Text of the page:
It is imperative to understand how to harness this natural attraction to rewards for course creators to design their learning paths around it and make gamification work for education. Learner Motivation is the most complex variable to control in an e-learning scenario, so tactics to increase motivation are crucial to its success. The more goals students achieve, the more dopamine is released, and the higher their motivation to progress on their learning paths and attain more rewards.
This dopamine-induced motivation keeps the student hooked onto progressing in their learning path – they want to complete what they started, and they want to retain the knowledge they are gaining.
The need for human-focused design
Brian Burke gained a great deal of knowledge on the Gamification world during his stint at Gartner. Inc and even wrote a book about it – Gamify: How gamification motivates people to do extraordinary things. In the book, Burke talks about three main elements of motivation that drive gamification’s success – Autonomy, Mastery, and Purpose.
The ability to make one’s own choices, the positive feedback that urges learners to try harder, and the emotional engagement of being rewarded with things of intrinsic value – like social standing or ranking amongst their peers – makes gamification attractive and engaging to students across subjects and age groups.
You Kai Chou, a leading expert on gamification principles, developed the “Octalysis Framework” – a human-centric gamification design framework that explains the eight core motivations for human beings. His principles highlight the need for design to be structured around the users’ feelings, motivations, and challenges – the things that make them human – to motivate them to complete tasks.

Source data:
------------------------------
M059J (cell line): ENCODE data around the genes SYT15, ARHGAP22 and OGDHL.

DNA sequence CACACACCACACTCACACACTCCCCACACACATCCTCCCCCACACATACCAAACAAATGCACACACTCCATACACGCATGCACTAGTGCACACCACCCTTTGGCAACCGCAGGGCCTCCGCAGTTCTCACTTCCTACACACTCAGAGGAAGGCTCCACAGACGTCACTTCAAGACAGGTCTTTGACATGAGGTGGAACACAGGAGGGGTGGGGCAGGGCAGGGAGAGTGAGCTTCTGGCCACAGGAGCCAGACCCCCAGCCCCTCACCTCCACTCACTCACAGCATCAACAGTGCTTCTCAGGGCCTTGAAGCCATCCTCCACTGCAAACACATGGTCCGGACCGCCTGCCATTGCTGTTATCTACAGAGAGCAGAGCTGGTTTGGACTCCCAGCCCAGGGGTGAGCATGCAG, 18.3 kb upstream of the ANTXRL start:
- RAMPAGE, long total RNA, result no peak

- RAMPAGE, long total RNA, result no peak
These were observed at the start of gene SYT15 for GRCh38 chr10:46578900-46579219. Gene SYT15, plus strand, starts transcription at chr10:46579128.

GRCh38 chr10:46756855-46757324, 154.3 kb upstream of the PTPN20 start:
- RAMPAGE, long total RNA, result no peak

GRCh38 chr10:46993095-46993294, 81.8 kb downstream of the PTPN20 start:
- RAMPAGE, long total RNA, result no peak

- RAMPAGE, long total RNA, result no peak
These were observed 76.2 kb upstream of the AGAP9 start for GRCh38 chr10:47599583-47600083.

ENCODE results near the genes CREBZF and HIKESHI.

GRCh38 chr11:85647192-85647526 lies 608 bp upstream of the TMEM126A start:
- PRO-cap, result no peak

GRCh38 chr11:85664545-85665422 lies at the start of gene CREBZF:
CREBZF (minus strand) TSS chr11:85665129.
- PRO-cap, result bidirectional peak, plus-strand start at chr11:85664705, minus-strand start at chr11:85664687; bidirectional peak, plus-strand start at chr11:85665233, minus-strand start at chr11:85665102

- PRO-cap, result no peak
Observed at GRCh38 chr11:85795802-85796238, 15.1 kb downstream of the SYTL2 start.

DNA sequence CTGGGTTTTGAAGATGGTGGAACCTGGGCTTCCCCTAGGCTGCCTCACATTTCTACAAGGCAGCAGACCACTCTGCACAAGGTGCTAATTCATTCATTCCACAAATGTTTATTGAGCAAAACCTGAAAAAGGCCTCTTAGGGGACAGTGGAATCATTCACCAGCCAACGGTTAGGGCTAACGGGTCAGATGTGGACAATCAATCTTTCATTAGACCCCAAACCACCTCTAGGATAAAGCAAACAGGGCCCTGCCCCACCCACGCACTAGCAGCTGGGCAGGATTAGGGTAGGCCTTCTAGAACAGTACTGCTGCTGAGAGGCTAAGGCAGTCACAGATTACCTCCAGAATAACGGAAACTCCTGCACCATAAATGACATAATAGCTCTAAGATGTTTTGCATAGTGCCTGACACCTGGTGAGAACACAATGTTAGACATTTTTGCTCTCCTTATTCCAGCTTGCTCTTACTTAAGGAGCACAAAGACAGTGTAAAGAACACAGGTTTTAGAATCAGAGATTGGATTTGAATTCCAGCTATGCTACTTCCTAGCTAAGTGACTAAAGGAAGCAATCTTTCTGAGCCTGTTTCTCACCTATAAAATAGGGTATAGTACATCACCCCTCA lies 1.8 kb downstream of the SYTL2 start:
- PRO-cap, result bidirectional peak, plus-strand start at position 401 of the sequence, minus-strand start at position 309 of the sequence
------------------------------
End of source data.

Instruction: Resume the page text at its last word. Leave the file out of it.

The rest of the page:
How gamification acted as a game-changer for an Experion client
Experion worked with a leading Edutech services provider in the Middle East to build the first e-learning platform in the Arab world. The platform included the utilization of gamification modules. The platform allowed students to learn their lessons while gaining points for each module covered. The tangible reward of a point system acted as a motivation for students to complete their modules. In addition, the application gave tokens for achievements like silver, gold, and platinum badges to the students for the level of excellence they completed their learning modules. The client noted that the students’ social recognition in their peer groups based on their badges inspired them to better their performance and earn more praise.
We integrated APIs from Gamify, one of the most popular gamification marketing providers in our application. It influenced the learning behavior of the learner and helped the learning platform improve user engagement and retention.
After the implementation of the gamification modules, the client witnessed substantial improvement in the engagement rate of students. Students showed a lot of interest in discussing their achievement badges in the e-learning platform & it was evident that it motivated them to keep going. A significant positive result was that students with lesser learning capabilities showed considerable improvement in understanding concepts while using the e-learning platform enriched with the gamification module.
If you have an idea for utilizing gamification to enhance students’ learning experience worldwide, get in touch with us at firstname.lastname@example.org.